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To make these, simply cut a spoon-shaped portion of artwork from the seed packet and use a glue stick to adhere it to the inside of a spoon. Press out any bubbles that form and allow to dry. Apply 3 to 5 coats of Mod Podge®  allowing 10 to 15 minutes dry time per coat.

Idea #2: Seed Packet Magnets

Seed packet magnets are a fun way to dress up your refrigerator at home or your file cabinet at work! You can find blank magnets at craft stores, or recover magnets that you already have.

Simply trace along the magnet’s edge on that portion of the seed packet you wish to use. Use a glue stick to adhere the packet to the magnet. If you are having trouble getting the packet to adhere to the magnet, try using rubber cement in place of the glue stick.

Idea #3: Framed Seed Packet

Seed packets displayed in a picture frame or shadow box will embellish the walls in your home, office or garden shed. They also make fabulous gifts! What chef wouldn’t love beautiful, framed tomato artwork  for their kitchen?

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To make this craft, cut the fronts from the seed packets and place them inside a shadow box or picture frame. To keep them in place in the shadow box you can glue them to the back of box, or use decorative pins.

We’d love to see how creative you get with your vegetable dyed eggs! Hashtag your creations with #botanicalinterests.

 

 

Creative Color Combinations

Planning a flower garden can be a lot of fun, but choosing colors for your garden can seem overwhelming with so many choices. However, applying some basic color theory principles is a great way to get started.

There are four different approaches to color schemes: complementary, monochromatic, analogous, and triadic.

color schemes

The complementary color scheme uses colors that are opposite each other on the color wheel. Examples are orange and blue, pink and green, yellow and purple.

complimentary

The monochromatic color scheme uses variations in lightness and saturation of a single color. Examples are shades of light blue to dark blue or pink to dark red.

monochromatic

The analogous color sheme uses colors that are next to each other on the color wheel. Examples are light blue to dark purple and light orange to dark red.

analogous

The triadic color scheme uses colors that are evenly spaced around the color wheel. Examples are yellow, pink, and blue.

triadic

For trend-setters, the Pantone Color Institute, (an authority on color and the communication of color), chooses a special hue each year based on what is taking place in global culture. It serves as an expression of mood and attitude for the year. This year they have chosen “greenery”. Grow some intriguing green blooms this year!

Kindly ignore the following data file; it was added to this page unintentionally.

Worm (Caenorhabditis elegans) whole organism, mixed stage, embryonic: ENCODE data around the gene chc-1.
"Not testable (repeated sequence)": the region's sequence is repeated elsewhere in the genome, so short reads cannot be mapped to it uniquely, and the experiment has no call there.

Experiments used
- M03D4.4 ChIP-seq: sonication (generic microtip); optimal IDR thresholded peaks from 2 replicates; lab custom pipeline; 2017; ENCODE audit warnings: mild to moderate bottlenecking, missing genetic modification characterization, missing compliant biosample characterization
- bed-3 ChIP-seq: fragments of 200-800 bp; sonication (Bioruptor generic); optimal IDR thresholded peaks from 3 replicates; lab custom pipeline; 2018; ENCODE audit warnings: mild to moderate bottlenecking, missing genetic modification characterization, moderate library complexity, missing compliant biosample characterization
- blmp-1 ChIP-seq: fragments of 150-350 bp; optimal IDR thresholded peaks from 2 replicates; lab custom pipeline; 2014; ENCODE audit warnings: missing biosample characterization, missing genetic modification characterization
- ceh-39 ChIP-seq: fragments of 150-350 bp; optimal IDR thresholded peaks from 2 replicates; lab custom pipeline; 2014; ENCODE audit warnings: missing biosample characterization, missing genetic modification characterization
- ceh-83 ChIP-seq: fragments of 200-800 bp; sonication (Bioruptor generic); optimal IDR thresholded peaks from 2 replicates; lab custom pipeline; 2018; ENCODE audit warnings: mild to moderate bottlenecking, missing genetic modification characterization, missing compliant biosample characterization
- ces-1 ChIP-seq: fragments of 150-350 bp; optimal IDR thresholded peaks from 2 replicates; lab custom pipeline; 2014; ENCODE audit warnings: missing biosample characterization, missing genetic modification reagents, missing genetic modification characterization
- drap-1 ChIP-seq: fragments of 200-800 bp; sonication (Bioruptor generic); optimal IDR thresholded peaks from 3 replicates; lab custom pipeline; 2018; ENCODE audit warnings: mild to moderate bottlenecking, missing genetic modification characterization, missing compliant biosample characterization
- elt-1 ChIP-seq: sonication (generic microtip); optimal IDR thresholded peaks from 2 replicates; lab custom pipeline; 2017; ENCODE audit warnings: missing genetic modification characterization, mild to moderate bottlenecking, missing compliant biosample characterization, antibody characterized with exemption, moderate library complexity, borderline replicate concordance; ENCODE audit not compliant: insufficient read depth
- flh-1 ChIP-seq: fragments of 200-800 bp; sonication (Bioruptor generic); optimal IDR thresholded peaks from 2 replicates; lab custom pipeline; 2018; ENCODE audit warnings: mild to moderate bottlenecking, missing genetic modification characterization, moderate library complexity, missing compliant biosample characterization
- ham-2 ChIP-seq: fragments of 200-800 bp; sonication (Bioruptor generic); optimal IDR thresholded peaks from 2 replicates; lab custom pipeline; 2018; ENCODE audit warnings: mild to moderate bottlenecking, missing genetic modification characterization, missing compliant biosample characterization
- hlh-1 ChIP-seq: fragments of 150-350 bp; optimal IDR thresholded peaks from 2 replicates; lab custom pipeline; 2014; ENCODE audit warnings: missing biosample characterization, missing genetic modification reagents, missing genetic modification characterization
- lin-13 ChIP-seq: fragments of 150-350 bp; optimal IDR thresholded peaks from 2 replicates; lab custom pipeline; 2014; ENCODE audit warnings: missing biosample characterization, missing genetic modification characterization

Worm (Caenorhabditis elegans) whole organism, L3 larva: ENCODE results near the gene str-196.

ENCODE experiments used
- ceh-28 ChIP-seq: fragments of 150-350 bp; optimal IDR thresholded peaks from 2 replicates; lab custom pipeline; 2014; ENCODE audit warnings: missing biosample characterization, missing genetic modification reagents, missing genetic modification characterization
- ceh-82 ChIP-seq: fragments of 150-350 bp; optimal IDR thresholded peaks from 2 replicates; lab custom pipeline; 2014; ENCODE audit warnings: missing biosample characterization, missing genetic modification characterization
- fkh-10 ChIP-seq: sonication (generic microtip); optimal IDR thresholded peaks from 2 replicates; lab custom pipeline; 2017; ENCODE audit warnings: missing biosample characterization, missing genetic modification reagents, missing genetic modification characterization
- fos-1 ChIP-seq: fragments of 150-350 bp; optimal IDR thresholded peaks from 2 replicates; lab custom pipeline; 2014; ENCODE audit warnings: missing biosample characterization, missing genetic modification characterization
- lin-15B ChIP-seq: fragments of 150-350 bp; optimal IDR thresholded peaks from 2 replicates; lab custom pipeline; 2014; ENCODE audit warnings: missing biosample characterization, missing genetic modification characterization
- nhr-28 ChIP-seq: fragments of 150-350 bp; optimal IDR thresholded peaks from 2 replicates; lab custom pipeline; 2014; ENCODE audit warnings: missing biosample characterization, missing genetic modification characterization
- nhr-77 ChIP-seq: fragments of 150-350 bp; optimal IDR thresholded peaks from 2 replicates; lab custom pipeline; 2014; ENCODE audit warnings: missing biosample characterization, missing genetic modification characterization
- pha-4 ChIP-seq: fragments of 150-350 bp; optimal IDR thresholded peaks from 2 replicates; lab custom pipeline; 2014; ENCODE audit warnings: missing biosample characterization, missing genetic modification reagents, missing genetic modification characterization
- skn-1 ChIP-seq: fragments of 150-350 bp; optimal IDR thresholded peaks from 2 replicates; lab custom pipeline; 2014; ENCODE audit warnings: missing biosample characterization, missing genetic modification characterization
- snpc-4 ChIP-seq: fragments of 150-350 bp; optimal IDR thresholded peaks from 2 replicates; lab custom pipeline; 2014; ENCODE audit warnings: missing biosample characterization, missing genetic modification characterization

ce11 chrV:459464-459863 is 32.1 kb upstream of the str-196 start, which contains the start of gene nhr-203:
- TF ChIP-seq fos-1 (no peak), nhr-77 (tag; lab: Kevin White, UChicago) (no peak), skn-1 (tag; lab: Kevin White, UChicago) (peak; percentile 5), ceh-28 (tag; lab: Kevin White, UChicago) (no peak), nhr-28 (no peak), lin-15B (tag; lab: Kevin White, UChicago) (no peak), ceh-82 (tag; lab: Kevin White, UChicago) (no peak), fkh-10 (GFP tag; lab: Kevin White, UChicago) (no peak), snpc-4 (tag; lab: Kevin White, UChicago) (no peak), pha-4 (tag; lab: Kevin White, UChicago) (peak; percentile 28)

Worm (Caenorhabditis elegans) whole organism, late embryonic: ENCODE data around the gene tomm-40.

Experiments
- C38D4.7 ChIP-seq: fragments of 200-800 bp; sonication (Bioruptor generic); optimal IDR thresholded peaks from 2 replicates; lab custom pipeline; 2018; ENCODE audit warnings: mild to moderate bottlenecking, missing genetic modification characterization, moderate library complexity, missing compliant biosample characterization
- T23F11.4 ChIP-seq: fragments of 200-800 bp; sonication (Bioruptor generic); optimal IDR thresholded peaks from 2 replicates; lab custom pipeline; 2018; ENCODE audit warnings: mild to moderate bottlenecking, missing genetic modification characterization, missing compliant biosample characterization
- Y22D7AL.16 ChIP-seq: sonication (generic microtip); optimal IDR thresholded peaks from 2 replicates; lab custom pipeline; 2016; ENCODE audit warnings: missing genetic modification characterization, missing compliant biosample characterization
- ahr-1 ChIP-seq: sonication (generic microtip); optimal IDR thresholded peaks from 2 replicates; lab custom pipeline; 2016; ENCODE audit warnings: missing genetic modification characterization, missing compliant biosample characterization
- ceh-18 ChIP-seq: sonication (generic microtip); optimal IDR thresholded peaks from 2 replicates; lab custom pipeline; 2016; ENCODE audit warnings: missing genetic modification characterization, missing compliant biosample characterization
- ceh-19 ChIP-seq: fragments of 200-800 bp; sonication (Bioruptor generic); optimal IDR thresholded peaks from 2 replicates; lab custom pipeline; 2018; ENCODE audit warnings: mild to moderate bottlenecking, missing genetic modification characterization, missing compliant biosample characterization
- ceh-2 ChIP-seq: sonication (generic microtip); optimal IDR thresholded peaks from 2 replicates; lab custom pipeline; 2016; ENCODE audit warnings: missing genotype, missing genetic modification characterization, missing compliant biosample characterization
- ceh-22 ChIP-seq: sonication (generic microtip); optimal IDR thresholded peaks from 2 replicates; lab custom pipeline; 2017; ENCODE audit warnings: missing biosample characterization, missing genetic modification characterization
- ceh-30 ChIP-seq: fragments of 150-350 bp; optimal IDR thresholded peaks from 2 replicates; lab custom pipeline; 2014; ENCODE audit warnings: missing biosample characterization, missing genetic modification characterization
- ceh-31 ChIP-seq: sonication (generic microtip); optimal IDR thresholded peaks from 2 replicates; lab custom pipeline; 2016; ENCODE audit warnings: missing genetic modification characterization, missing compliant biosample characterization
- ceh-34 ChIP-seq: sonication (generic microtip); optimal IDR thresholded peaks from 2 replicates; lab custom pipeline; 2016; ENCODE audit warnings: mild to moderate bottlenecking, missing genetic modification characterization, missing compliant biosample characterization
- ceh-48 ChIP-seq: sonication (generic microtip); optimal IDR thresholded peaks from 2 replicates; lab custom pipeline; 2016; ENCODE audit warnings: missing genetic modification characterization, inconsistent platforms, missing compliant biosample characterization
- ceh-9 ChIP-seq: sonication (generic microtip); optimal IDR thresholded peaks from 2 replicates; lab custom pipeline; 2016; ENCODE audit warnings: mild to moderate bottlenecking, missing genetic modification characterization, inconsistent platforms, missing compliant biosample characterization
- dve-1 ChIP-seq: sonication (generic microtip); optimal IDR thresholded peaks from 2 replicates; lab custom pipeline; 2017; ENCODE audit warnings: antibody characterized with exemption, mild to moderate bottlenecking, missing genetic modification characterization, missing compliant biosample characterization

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“Greenery bursts forth in 2017 to provide us with the reassurance we yearn for amid a tumultuous social and political environment. Satisfying our growing desire to rejuvinate and revitalize, Greenery symbolizes the reconnection we seek with nature, one another and a larger purpose.” – Leatrice Eiseman, Executive Director of the Pantone Color Institute.

We’d love to see how creative you get with your color combinations! Hashtag your creations with #botanicalinterests.

Natural Egg Dye from Vegetables

Natural Egg Dye from Vegetables

Natural egg dye

Pile up carrots, artichokes, beets, red cabbage, and onions on your counter— but not for dinner—for dying eggs! Working with vegetable dyes is an easy and natural way to dye Easter eggs this year, and it doesn’t take more than an hour!

Supplies

  • Cooking pot, 1 for each color
  • Plant materials 1–2 cups chopped or peeled
  • Water
  • White vinegar
  • Salt
  • Large bowl
  • Raw eggs
  • Ladle
  • Strainer
  • Plate with towels to rest dyed eggs on

Basic dye bath principles:

dye bath is a pot of liquid, mainly water, that contains a mixture of coloring materials (plants in our case) mixed with a fixative. Use a salt fixative when using berries with a ratio of  1/2 cup salt to 8 cups of cold water. Use a vinegar fixative  when using plants with a ratio of 4 cups cold water to 1 cup white vinegar. Without these fixatives, there is less color intensity and staining effect on the eggs.  Below is a list of plants you can use to get your desired color.

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Dyeing Colors:

Instructions

  1. Gather the plant materials you need for the desired color.  Use your judgement on quantities; the more you add, the more intense the color.
  2. Place all ingredients into a pot and bring to a boil; continue boiling until you are happy with the intensity of the color.
  3. Strain the contents of the bath into a separate bowl to remove the solids.
  4. Return liquid to pot and bring to a boil.
  5. Boil eggs in color bath until fully cooked, about 10–15 minutes.
  6. Remove eggs with a slotted spoon and place onto a towel-lined plate.

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We’d love to see how creative you get with your vegetable dyed eggs! Hashtag your creations with #botanicalinterests.

 

 

Baby Greens Living Centerpiece

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Delight your guests during spring get-togethers with a baby greens living centerpeice. This centerpiece will beautify your table and provide guests with a fun, self-service way to add some baby greens to their dish. “Baby greens” is
 a term used for both individual varieties of greens, and for mixes of vegetable varieties grown for their leaves at a height of only 2″–4″. Baby greens supply a heavy dose
of vitamins, minerals, and phytonutrients— almost four times as much as their mature counterparts.

Supplies

If you are using the Botanical Interests Kitchen Garden Kit, follow these instructions, otherwise, continue to the following steps.